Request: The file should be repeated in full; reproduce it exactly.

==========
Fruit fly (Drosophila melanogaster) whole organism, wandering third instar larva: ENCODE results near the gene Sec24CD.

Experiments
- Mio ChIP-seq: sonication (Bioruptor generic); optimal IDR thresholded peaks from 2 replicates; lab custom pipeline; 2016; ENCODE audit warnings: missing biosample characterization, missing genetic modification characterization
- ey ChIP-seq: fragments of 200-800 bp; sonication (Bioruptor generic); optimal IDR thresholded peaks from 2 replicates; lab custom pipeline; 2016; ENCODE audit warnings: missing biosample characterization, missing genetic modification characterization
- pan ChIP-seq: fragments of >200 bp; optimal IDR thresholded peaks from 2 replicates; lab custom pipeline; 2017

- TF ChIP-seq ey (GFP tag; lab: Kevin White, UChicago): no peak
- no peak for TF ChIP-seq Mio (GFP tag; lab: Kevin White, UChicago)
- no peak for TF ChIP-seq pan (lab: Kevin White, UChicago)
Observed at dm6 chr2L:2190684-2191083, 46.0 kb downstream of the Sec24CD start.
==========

Fruit fly (Drosophila melanogaster) whole organism, wandering third instar larva: ENCODE results near the gene Sec24CD.

Experiments
- Mio ChIP-seq: sonication (Bioruptor generic); optimal IDR thresholded peaks from 2 replicates; lab custom pipeline; 2016; ENCODE audit warnings: missing biosample characterization, missing genetic modification characterization
- ey ChIP-seq: fragments of 200-800 bp; sonication (Bioruptor generic); optimal IDR thresholded peaks from 2 replicates; lab custom pipeline; 2016; ENCODE audit warnings: missing biosample characterization, missing genetic modification characterization
- pan ChIP-seq: fragments of >200 bp; optimal IDR thresholded peaks from 2 replicates; lab custom pipeline; 2017

- TF ChIP-seq ey (GFP tag; lab: Kevin White, UChicago): no peak
- no peak for TF ChIP-seq Mio (GFP tag; lab: Kevin White, UChicago)
- no peak for TF ChIP-seq pan (lab: Kevin White, UChicago)
Observed at dm6 chr2L:2190684-2191083, 46.0 kb downstream of the Sec24CD start.